Tuesday, September 27, 2011

Invasion of the Bookazines, Featuring the Return of the Living Dead

Blame it on the mooks and their zombie buddies.

Because of all the doom and gloom about the U.S. newsstand system (you know it’s bad when an industry consultant’s blog is called From the Foredeck of the Titanic), Dead Tree Edition decided to launch an in-depth investigation. Which means I ventured out to the magazine sections of three stores.

I was trying to figure out why, as MediaPost reported recently, the combined retail sales of 68 major magazines are barely half of what they were a decade ago. It wasn’t hard to spot one of the culprits.

At first, all seemed OK when I eyed the prominently placed magazine section in a big discount store. There were lots of familiar titles – National Geographic, TIME, Us, Readers Digest, and Better Homes & Gardens. But a closer look showed they were impostors.

The well-known magazine logos weren’t on magazines at all but on mooks – AKA bookazines, SIPs (single interest publications), one-shots, or specials. By whatever name you call them, they are sold in the magazine section of stores but have no specific issue date, can’t be obtained as part of a subscription, and tend to hone in on a single topic that’s in keeping with the magazine’s brand --like Christmas Cooking from Better Homes & Gardens, Us: Stars of 2011, or TIME’s Beyond 9/11: Portraits of Resilience.

Mook sales are usually excluded from the industry statistics reported by the trade press.

The intruders mostly have the same characteristics – little or no advertising, glossy high-quality paper, perfect binding, relatively high cover prices, and on-sale periods of about three months instead of the one month or less typical of real magazines.

The Zombies
Much of the retail space once dedicated to prominent weekly and monthly magazines has been given over instead to these magazine spinoffs. Also taking oxygen away from the sales of real magazines are SIPs published by such non-magazine brands as Pillsbury, the Mayo Clinic, USA Today -- and Life.

Three times Time Inc. has killed Life magazine, only to resurrect it for such bookazines as 100 Photographs That Changed the World and El Papa de Juan Pablo. No wonder they call it Life: This zombie just won’t stay dead!

Also enjoying living-dead status is U.S. News & World Report, which closed down its only print magazine late last year but in one bookstore had four different mooks – Best Colleges, Best Graduate Schools, Best Hospitals, and Amazing Animals. (Wait, shouldn’t that last one be Best Animals? Or maybe Best Veterinary Hospitals? How about Best Obedience Schools?)

The "Best" books all deviate from the usual bookazine model by running ads -- lots of ads in the case of Best Hospitals, way more than the real magazine used to have. My contact at U.S. News says the new 344-page Best Colleges book is the company’s largest “issue” in at least two decades, and maybe ever. It sounds as if the magazine business is looking pretty good for U.S. News now that it’s out of the magazine business.

One-shots used to be the province of enthusiast magazines testing out ideas for a new title: Sportscar Convertible is doing well, so let’s try a SIP called Corvette Convertible. If the response is good enough, we’ll solicit subscriptions and start publishing bimonthly.

But that door is closed. The beleaguered newsstand distribution system no longer has the patience to give untested niche titles a shot.

Favorable Economics
Bookazines from well-respected brands are another matter, and the big publishers are happy to play along even if that diverts attention from their periodical issues. Consider the economics, as exemplified by Better Homes & Gardens: The 232-page October issue is priced at $3.99, but its 144-page SIP siblings – I saw three in one store – sell for $9.99 each.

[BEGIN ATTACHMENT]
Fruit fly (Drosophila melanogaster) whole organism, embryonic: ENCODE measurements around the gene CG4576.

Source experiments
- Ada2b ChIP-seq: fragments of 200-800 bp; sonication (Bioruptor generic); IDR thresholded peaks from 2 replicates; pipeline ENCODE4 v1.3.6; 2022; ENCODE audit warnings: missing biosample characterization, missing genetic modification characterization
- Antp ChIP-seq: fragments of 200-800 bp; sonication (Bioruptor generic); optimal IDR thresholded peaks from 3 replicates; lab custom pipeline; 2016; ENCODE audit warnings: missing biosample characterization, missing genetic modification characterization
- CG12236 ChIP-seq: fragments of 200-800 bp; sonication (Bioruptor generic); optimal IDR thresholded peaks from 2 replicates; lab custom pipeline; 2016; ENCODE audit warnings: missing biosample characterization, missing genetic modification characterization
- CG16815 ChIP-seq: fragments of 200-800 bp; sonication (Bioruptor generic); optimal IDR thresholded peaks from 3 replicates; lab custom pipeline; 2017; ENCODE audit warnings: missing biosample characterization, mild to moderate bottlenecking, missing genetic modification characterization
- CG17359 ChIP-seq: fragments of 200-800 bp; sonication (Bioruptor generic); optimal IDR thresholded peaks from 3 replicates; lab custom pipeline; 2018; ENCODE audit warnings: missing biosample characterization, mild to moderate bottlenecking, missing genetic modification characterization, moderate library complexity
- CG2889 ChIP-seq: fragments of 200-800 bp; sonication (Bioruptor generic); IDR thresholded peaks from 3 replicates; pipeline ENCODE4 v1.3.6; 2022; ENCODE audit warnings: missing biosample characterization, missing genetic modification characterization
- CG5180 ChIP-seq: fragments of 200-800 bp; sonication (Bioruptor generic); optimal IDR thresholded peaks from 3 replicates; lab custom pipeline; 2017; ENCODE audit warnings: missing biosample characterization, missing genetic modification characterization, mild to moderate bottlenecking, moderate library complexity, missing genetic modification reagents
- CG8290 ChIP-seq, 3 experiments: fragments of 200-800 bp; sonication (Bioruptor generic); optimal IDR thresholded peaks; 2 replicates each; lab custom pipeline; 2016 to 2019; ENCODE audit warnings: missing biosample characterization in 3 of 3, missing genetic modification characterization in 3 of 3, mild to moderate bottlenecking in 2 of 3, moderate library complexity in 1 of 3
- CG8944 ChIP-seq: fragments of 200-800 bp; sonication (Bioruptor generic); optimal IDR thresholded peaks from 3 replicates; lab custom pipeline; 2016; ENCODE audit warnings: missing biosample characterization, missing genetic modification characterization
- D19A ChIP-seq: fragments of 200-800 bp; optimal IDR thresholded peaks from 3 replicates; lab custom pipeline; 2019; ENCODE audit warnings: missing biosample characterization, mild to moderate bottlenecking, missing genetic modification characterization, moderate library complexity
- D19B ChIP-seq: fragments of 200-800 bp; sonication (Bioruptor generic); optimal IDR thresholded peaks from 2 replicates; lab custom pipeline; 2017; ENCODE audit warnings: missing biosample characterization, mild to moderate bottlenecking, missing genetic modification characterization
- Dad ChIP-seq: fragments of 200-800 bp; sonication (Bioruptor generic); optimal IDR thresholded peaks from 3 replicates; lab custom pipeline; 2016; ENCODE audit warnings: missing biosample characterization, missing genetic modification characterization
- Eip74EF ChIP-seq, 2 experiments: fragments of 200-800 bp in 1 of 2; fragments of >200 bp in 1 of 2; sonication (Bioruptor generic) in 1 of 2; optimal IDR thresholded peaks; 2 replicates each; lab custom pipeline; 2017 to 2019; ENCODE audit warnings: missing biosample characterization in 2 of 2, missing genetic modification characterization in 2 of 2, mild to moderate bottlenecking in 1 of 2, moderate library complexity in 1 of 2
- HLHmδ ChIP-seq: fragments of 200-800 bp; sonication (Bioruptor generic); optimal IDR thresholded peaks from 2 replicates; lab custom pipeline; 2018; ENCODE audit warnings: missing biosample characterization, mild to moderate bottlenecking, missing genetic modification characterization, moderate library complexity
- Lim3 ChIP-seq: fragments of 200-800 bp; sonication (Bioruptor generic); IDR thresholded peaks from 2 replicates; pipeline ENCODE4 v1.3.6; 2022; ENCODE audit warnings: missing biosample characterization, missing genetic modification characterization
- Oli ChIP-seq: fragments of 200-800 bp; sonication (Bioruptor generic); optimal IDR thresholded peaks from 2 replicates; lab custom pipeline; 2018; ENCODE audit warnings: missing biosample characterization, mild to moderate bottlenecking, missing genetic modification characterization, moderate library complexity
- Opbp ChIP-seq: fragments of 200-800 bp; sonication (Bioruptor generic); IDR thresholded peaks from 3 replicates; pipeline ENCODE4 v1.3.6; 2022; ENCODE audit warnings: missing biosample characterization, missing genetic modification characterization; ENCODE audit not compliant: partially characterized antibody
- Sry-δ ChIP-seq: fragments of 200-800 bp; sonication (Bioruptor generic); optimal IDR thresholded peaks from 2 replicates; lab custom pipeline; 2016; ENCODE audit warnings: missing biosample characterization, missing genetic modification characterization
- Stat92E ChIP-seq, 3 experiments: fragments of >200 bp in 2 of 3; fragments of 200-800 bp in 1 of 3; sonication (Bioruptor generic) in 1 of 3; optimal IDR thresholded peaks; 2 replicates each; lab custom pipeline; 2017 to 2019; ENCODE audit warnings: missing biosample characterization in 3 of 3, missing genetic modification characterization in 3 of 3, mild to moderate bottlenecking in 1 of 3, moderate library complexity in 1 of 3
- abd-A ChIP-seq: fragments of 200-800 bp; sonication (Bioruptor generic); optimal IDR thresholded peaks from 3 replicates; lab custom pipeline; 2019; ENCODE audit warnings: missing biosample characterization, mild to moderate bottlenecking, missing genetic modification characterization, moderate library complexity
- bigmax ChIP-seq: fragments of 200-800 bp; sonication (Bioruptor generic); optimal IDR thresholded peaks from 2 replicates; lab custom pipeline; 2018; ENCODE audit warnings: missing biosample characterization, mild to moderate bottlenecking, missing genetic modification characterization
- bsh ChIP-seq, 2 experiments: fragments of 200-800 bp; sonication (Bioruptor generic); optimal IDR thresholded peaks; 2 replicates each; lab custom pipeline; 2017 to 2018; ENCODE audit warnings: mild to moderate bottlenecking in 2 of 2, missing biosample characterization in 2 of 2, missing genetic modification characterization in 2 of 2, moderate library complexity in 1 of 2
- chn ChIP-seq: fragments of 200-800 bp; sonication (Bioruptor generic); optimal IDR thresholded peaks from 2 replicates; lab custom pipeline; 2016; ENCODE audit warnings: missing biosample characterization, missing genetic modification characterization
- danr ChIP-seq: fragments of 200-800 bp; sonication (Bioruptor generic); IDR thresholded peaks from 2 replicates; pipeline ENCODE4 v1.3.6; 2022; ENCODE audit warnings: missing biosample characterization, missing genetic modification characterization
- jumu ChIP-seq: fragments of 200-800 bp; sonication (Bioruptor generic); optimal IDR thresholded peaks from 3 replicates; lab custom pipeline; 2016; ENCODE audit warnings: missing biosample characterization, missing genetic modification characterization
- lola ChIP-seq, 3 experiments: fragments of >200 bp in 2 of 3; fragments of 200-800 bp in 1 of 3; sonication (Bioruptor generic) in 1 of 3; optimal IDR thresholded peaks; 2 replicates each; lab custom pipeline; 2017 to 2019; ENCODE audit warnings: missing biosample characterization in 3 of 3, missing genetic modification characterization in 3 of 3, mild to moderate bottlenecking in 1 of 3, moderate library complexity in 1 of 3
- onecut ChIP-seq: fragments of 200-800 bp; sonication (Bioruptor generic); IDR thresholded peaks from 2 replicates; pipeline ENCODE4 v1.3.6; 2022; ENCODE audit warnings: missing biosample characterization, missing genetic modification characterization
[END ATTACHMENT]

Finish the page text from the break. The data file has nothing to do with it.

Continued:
Here’s my analysis: As consumers have gained greater ability to find exactly the information they want or need, the traditional mass-market magazine with its mishmash of loosely related articles is looking increasingly irrelevant to them. (The October issue of National Geographic has articles on the teen brain, surviving cancer, whale sharks, and Ansel Adams. Who's the target audience?)

But in an age of link-baiting and belly-fat ads, consumers still trust respected magazine brands. When those brands offer content -- whether a mook or an app -- that’s laser-targeted to their needs or interests, suddenly the wallets come out. (A National Geo mook called Wildlife: The Greatest Photographs? Let me see that.)

I was one of those who snickered last year when the Magazine Publishers of America changed its name to The Association of Magazine Media. Now the name is actually starting to make sense.

Just don’t ask me to define “magazine media.”

If you actually made it to the end of this article, you might enjoy suffering through these other Dead Tree Edition analyses of the U.S. magazine industry:


Newsboy said...

Thanks for the link. You are dead on in your analysis. There are tons of mooks and zombies out there and they eat up space and sell a lot of copies at a pretty high price. Beyond that, the report you mentioned neglected to talk about all of the other titles that are ABC Audited and also didn't do appropriate analysis - ie: Why were their newsstand sales down? They just ran with the assumption. They are down because print is dead. Hah!

Margie Dana said...

This is most interesting, Dead. Please post on our PBI LinkedIn Group? I get tons of magazines because 1) I love them and 2) they're giving them away. I noticed a few years ago that InStyle started publishing off-cycle issues based around a specific theme. I never read them because finding the actual editorial content was a game I am too busy to play. Now I'll head over to my local B & N to peruse the magazine racks to identify more. Some have to be more serious than others - may even be keepers.